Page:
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The majority of women experience morning sickness during the early months of pregnancy. Changes in hormones associated with the pregnancy trigger this nausea. The severity and capability to cope vary widely. Some women find it just a minor irritation while for others it severely disrupts their normal functioning. Morning sickness has no adverse effect on the baby's health. Usually, its impact on the mother's health is mild, but occasionally the sickness is so severe that it needs hospital care. Sufferers can expect the sickness to go away four or five months into the pregnancy.

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Make sure to drink sufficient water

Every person must make sure to stay well hydrated. The effective working of bodily organs depends on adequate water intake. This rule applies to all people, but it has an additional relevance to pregnant women because of the direct link between dehydration and nausea. During the day, to reduce the risk of vomiting, she should regularly drink small amounts of water.

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A little detective work

Morning sickness experiences vary between women and from one pregnancy to the next. Often the sickness seems to follow a certain pattern, for example, it comes on at a certain time each day. Follow up these clues to discover sickness activators it should be possible to avoid. Suppose a woman starts to feel nauseous when their work colleague takes out a salami sandwich for lunch. If possible, arrange to go out of the office for a few minutes at that time to avoid a situation that seems to set off a morning sickness attack.

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When you need to see a doctor

If morning sickness is relatively mild, or one of these home treatments keeps the condition under control, there is no need to involve a doctor. However, it is important to know when to consult a doctor. If a pregnant woman has a fever of (or higher), she needs to visit a doctor. She must also go to the doctor if she feels stomach pains, vomits blood or is she keeps vomiting up food and drinks over 24 hours. Feeling faint when you try to stand up, dark-colored urine and constipation for half a day or so, are additional reasons to seek medical assistance immediately.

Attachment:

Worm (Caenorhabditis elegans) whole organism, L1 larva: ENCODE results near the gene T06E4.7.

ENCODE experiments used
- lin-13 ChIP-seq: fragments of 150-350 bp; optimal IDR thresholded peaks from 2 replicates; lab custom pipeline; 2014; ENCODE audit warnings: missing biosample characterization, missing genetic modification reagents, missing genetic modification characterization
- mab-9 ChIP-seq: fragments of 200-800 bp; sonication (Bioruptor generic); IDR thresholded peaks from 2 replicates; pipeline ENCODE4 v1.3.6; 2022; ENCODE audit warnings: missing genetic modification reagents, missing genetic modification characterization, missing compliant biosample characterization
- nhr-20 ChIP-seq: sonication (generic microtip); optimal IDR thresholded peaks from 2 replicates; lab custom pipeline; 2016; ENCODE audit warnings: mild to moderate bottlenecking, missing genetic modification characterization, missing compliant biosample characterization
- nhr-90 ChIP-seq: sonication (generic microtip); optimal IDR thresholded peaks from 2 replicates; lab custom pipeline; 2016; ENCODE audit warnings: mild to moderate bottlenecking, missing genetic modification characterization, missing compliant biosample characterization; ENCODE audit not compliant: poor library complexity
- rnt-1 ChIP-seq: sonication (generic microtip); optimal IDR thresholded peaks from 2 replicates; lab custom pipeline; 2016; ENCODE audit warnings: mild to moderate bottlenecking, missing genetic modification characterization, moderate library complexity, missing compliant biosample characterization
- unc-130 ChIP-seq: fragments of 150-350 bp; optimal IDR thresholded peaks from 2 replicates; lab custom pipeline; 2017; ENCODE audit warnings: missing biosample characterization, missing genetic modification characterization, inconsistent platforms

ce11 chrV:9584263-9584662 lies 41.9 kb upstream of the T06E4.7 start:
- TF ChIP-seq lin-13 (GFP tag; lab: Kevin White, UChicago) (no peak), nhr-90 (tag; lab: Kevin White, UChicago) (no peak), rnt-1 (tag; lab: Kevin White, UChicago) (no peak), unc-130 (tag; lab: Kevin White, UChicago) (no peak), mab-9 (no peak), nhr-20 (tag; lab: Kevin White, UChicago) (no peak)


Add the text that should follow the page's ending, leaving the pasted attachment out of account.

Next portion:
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Changes to diet

The connection between diet and general health is now widely appreciated, so it comes as no surprise to discover changes in diet can ease morning sickness symptoms. If a woman feels sick in the morning, doctors recommend that she eat some dry toast or a biscuit before getting up. To reduce the risk of vomiting, she should regularly drink small amounts of water during the day. Cold foods are less likely to trigger nausea than hot foods, and it also helps to eat high carbohydrate but low-fat foods such as rice and pasta.

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Helpful lifestyle adjustments

During the morning sickness period, it makes sense to avoid the activities most likely to spark off an attack of nausea. If possible, ask another household member to take over food preparation tasks. If this is impractical, restrict cooking to plain foods such as baked potatoes and obviously avoid handling foods that might trigger nausea. It also helps to avoid wearing tight-fitting clothes. Also, try to keep busy, so the mind does not have time to focus on morning sickness concerns.